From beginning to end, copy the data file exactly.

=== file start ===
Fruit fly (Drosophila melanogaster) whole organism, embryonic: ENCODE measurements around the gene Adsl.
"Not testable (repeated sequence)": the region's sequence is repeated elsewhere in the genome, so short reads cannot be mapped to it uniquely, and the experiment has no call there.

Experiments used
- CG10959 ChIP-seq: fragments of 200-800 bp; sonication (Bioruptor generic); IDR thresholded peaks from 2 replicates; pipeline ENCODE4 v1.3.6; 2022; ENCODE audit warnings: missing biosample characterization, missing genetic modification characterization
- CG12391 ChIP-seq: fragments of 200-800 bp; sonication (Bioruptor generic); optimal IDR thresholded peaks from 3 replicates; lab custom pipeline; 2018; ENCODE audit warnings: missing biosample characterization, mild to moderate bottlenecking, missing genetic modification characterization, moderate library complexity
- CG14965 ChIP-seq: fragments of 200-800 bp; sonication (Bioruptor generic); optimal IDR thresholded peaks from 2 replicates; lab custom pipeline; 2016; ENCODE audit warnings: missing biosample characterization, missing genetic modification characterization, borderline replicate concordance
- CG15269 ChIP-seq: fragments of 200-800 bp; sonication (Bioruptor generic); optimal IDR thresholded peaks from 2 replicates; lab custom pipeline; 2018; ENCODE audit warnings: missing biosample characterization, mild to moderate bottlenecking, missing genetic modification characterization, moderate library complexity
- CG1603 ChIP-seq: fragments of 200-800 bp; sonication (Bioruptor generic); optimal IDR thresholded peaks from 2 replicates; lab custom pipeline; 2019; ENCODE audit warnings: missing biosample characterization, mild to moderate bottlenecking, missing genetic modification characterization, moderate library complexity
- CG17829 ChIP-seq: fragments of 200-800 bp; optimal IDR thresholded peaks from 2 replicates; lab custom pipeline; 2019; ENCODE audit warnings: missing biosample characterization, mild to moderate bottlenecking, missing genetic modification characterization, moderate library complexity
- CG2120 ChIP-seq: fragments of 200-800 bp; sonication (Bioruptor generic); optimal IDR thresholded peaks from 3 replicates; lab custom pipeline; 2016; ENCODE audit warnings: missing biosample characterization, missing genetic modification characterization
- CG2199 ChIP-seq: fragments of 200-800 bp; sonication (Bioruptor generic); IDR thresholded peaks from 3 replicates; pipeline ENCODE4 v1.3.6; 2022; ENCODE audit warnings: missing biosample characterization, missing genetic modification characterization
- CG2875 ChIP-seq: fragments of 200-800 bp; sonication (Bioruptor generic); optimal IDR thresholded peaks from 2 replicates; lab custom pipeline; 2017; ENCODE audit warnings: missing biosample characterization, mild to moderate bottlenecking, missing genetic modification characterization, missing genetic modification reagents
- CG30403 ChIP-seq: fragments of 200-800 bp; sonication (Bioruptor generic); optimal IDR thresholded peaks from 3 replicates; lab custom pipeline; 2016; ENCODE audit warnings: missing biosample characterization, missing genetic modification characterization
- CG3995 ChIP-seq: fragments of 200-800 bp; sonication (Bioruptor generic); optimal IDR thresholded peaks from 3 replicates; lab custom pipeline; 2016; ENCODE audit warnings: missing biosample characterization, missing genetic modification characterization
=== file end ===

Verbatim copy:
Fruit fly (Drosophila melanogaster) whole organism, embryonic: ENCODE measurements around the gene Adsl.
"Not testable (repeated sequence)": the region's sequence is repeated elsewhere in the genome, so short reads cannot be mapped to it uniquely, and the experiment has no call there.

Experiments used
- CG10959 ChIP-seq: fragments of 200-800 bp; sonication (Bioruptor generic); IDR thresholded peaks from 2 replicates; pipeline ENCODE4 v1.3.6; 2022; ENCODE audit warnings: missing biosample characterization, missing genetic modification characterization
- CG12391 ChIP-seq: fragments of 200-800 bp; sonication (Bioruptor generic); optimal IDR thresholded peaks from 3 replicates; lab custom pipeline; 2018; ENCODE audit warnings: missing biosample characterization, mild to moderate bottlenecking, missing genetic modification characterization, moderate library complexity
- CG14965 ChIP-seq: fragments of 200-800 bp; sonication (Bioruptor generic); optimal IDR thresholded peaks from 2 replicates; lab custom pipeline; 2016; ENCODE audit warnings: missing biosample characterization, missing genetic modification characterization, borderline replicate concordance
- CG15269 ChIP-seq: fragments of 200-800 bp; sonication (Bioruptor generic); optimal IDR thresholded peaks from 2 replicates; lab custom pipeline; 2018; ENCODE audit warnings: missing biosample characterization, mild to moderate bottlenecking, missing genetic modification characterization, moderate library complexity
- CG1603 ChIP-seq: fragments of 200-800 bp; sonication (Bioruptor generic); optimal IDR thresholded peaks from 2 replicates; lab custom pipeline; 2019; ENCODE audit warnings: missing biosample characterization, mild to moderate bottlenecking, missing genetic modification characterization, moderate library complexity
- CG17829 ChIP-seq: fragments of 200-800 bp; optimal IDR thresholded peaks from 2 replicates; lab custom pipeline; 2019; ENCODE audit warnings: missing biosample characterization, mild to moderate bottlenecking, missing genetic modification characterization, moderate library complexity
- CG2120 ChIP-seq: fragments of 200-800 bp; sonication (Bioruptor generic); optimal IDR thresholded peaks from 3 replicates; lab custom pipeline; 2016; ENCODE audit warnings: missing biosample characterization, missing genetic modification characterization
- CG2199 ChIP-seq: fragments of 200-800 bp; sonication (Bioruptor generic); IDR thresholded peaks from 3 replicates; pipeline ENCODE4 v1.3.6; 2022; ENCODE audit warnings: missing biosample characterization, missing genetic modification characterization
- CG2875 ChIP-seq: fragments of 200-800 bp; sonication (Bioruptor generic); optimal IDR thresholded peaks from 2 replicates; lab custom pipeline; 2017; ENCODE audit warnings: missing biosample characterization, mild to moderate bottlenecking, missing genetic modification characterization, missing genetic modification reagents
- CG30403 ChIP-seq: fragments of 200-800 bp; sonication (Bioruptor generic); optimal IDR thresholded peaks from 3 replicates; lab custom pipeline; 2016; ENCODE audit warnings: missing biosample characterization, missing genetic modification characterization
- CG3995 ChIP-seq: fragments of 200-800 bp; sonication (Bioruptor generic); optimal IDR thresholded peaks from 3 replicates; lab custom pipeline; 2016; ENCODE audit warnings: missing biosample characterization, missing genetic modification characterization